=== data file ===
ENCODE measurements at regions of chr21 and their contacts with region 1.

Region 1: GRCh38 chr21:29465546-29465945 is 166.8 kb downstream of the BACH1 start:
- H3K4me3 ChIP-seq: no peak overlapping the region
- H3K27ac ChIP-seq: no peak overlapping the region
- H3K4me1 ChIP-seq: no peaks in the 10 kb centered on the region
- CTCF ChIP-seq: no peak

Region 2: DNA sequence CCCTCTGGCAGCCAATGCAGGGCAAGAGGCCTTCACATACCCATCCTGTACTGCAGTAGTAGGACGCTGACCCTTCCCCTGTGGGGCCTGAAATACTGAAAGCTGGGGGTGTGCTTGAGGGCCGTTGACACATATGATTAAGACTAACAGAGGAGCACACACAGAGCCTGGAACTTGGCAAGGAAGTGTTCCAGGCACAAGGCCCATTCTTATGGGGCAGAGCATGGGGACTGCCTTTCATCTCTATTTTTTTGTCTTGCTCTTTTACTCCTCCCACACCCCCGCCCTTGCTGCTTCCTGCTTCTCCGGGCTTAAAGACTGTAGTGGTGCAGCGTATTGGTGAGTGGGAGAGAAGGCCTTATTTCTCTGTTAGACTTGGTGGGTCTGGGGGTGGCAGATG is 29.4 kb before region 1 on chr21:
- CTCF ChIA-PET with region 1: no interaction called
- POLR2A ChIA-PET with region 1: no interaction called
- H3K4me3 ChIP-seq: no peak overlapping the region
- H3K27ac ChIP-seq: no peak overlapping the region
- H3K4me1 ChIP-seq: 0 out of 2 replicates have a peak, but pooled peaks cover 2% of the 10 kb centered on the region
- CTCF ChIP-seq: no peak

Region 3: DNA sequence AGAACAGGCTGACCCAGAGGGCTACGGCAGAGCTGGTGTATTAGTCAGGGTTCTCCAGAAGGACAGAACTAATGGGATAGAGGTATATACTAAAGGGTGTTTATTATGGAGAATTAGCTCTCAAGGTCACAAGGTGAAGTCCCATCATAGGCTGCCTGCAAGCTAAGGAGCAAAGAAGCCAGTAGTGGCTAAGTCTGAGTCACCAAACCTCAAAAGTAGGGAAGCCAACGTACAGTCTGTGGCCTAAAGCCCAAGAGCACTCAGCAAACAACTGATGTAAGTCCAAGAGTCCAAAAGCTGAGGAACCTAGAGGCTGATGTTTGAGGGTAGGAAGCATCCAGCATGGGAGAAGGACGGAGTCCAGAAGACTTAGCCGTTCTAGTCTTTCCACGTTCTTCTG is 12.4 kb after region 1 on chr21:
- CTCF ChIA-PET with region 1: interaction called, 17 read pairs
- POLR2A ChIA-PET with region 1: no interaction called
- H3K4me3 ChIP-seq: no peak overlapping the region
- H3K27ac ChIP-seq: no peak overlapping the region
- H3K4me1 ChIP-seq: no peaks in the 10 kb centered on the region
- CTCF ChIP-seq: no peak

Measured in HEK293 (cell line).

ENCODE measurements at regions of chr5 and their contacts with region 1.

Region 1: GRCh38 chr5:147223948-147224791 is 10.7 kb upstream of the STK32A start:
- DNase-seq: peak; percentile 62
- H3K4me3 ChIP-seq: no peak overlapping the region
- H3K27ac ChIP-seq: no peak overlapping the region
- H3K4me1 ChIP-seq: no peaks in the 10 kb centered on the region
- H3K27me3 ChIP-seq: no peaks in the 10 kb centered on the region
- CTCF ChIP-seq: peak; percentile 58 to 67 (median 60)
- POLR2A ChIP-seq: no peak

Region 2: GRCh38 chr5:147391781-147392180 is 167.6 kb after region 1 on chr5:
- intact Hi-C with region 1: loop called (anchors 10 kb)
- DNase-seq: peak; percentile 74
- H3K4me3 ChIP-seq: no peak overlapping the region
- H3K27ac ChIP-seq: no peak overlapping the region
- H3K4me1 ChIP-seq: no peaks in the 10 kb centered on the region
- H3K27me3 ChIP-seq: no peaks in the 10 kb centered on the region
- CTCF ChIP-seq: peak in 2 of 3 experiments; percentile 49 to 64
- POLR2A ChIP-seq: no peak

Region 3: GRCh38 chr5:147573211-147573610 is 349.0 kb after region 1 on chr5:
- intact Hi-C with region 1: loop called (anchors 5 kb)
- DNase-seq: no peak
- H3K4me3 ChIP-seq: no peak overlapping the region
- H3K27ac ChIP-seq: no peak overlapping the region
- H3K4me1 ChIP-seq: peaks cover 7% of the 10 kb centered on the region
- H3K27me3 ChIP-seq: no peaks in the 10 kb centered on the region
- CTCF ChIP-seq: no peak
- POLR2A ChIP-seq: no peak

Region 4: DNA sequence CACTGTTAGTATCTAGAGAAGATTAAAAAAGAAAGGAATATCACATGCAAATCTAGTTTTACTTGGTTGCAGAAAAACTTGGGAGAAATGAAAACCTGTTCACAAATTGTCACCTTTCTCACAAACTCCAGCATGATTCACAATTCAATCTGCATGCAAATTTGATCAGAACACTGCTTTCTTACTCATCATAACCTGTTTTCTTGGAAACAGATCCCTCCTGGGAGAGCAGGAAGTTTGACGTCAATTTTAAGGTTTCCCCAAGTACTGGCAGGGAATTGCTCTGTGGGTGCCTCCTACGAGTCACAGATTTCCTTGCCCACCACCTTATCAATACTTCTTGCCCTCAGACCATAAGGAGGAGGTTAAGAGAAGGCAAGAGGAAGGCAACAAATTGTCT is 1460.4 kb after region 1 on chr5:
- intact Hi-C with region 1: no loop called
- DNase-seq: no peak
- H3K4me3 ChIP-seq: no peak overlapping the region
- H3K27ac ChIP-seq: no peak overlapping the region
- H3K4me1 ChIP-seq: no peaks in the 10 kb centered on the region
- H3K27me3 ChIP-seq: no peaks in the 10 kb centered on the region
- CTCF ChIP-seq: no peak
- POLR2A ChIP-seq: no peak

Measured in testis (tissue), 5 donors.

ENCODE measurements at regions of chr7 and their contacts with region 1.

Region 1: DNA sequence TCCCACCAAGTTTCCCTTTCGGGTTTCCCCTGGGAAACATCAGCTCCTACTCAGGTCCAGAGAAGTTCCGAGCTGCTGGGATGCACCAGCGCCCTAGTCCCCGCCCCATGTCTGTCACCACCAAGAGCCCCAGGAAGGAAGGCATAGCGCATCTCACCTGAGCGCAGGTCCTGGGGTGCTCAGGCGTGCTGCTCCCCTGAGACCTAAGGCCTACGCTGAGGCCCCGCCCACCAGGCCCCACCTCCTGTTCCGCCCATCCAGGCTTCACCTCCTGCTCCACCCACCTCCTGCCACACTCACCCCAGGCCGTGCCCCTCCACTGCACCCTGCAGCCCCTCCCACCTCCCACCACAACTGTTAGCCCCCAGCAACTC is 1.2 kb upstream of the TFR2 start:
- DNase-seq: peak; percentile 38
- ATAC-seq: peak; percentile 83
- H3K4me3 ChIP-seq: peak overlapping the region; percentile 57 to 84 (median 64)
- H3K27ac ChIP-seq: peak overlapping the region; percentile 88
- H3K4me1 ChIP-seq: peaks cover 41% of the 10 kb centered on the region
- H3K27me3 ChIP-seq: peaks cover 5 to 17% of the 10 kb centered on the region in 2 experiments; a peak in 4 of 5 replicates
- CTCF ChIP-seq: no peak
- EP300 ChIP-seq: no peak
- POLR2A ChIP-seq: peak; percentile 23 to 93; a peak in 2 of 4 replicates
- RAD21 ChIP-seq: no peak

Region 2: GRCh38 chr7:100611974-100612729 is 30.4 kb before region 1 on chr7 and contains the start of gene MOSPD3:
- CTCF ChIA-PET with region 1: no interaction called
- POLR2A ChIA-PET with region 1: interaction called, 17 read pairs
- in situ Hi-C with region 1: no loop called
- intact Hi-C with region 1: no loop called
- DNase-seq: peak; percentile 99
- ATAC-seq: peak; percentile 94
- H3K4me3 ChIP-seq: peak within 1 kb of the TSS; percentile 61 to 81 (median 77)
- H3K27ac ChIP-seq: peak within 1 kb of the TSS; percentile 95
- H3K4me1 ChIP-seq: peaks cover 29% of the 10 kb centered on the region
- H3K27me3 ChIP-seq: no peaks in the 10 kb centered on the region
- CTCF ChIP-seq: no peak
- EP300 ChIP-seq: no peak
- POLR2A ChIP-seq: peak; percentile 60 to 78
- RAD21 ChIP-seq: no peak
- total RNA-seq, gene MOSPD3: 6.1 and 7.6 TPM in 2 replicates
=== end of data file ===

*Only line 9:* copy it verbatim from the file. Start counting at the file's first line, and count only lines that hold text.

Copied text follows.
- POLR2A ChIA-PET with region 1: no interaction called